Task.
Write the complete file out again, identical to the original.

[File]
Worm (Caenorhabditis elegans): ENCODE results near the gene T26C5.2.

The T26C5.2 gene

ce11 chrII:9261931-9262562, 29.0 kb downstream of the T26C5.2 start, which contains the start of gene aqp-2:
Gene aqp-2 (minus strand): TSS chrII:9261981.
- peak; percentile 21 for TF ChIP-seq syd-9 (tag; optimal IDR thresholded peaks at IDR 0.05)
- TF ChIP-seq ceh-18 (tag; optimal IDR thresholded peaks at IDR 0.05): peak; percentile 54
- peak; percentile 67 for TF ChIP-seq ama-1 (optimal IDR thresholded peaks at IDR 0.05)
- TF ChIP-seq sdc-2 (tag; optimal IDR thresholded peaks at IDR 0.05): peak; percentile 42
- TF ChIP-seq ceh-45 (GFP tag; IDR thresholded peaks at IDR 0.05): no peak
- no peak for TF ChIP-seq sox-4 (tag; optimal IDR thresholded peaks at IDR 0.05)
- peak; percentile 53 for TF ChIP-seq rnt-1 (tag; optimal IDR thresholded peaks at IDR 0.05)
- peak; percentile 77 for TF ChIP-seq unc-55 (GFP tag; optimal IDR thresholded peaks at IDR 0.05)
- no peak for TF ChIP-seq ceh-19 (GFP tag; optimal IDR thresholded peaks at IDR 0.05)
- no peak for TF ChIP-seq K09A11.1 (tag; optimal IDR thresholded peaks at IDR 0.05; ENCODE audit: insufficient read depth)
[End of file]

Worm (Caenorhabditis elegans): ENCODE results near the gene T26C5.2.

The T26C5.2 gene

ce11 chrII:9261931-9262562, 29.0 kb downstream of the T26C5.2 start, which contains the start of gene aqp-2:
Gene aqp-2 (minus strand): TSS chrII:9261981.
- peak; percentile 21 for TF ChIP-seq syd-9 (tag; optimal IDR thresholded peaks at IDR 0.05)
- TF ChIP-seq ceh-18 (tag; optimal IDR thresholded peaks at IDR 0.05): peak; percentile 54
- peak; percentile 67 for TF ChIP-seq ama-1 (optimal IDR thresholded peaks at IDR 0.05)
- TF ChIP-seq sdc-2 (tag; optimal IDR thresholded peaks at IDR 0.05): peak; percentile 42
- TF ChIP-seq ceh-45 (GFP tag; IDR thresholded peaks at IDR 0.05): no peak
- no peak for TF ChIP-seq sox-4 (tag; optimal IDR thresholded peaks at IDR 0.05)
- peak; percentile 53 for TF ChIP-seq rnt-1 (tag; optimal IDR thresholded peaks at IDR 0.05)
- peak; percentile 77 for TF ChIP-seq unc-55 (GFP tag; optimal IDR thresholded peaks at IDR 0.05)
- no peak for TF ChIP-seq ceh-19 (GFP tag; optimal IDR thresholded peaks at IDR 0.05)
- no peak for TF ChIP-seq K09A11.1 (tag; optimal IDR thresholded peaks at IDR 0.05; ENCODE audit: insufficient read depth)